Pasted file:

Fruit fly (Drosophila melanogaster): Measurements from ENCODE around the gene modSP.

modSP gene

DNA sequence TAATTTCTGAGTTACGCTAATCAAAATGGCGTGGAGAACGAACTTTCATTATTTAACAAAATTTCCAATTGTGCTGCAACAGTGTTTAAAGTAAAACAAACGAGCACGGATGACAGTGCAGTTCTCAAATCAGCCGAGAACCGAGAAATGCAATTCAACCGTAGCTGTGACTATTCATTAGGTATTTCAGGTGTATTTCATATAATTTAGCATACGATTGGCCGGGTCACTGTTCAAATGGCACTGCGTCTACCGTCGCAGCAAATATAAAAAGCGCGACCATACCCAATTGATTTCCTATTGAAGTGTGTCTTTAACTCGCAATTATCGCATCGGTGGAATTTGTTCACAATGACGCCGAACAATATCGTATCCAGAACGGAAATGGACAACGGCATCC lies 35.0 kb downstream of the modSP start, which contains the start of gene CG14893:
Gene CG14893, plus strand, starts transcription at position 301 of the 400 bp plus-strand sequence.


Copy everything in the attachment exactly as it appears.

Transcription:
Fruit fly (Drosophila melanogaster): Measurements from ENCODE around the gene modSP.

modSP gene

DNA sequence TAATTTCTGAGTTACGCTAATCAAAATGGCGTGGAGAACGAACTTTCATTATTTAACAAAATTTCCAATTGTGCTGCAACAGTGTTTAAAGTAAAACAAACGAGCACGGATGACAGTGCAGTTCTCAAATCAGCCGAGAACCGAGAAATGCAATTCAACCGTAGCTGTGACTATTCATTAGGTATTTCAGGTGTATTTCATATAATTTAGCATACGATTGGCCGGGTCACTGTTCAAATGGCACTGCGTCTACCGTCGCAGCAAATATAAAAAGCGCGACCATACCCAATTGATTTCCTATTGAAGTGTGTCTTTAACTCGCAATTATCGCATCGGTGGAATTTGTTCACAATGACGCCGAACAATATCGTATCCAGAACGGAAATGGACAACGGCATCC lies 35.0 kb downstream of the modSP start, which contains the start of gene CG14893:
Gene CG14893, plus strand, starts transcription at position 301 of the 400 bp plus-strand sequence.